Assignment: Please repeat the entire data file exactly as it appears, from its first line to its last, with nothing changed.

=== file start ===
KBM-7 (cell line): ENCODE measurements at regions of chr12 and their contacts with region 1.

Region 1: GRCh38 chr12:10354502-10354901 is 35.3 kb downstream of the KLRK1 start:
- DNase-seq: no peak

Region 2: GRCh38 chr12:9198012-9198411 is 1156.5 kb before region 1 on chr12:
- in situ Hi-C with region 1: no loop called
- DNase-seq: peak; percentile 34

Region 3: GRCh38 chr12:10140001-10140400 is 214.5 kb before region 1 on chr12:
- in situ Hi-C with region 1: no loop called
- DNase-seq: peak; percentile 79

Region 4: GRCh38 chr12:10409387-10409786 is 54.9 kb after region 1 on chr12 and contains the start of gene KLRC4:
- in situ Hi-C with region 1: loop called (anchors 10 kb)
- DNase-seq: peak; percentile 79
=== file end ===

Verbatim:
KBM-7 (cell line): ENCODE measurements at regions of chr12 and their contacts with region 1.

Region 1: GRCh38 chr12:10354502-10354901 is 35.3 kb downstream of the KLRK1 start:
- DNase-seq: no peak

Region 2: GRCh38 chr12:9198012-9198411 is 1156.5 kb before region 1 on chr12:
- in situ Hi-C with region 1: no loop called
- DNase-seq: peak; percentile 34

Region 3: GRCh38 chr12:10140001-10140400 is 214.5 kb before region 1 on chr12:
- in situ Hi-C with region 1: no loop called
- DNase-seq: peak; percentile 79

Region 4: GRCh38 chr12:10409387-10409786 is 54.9 kb after region 1 on chr12 and contains the start of gene KLRC4:
- in situ Hi-C with region 1: loop called (anchors 10 kb)
- DNase-seq: peak; percentile 79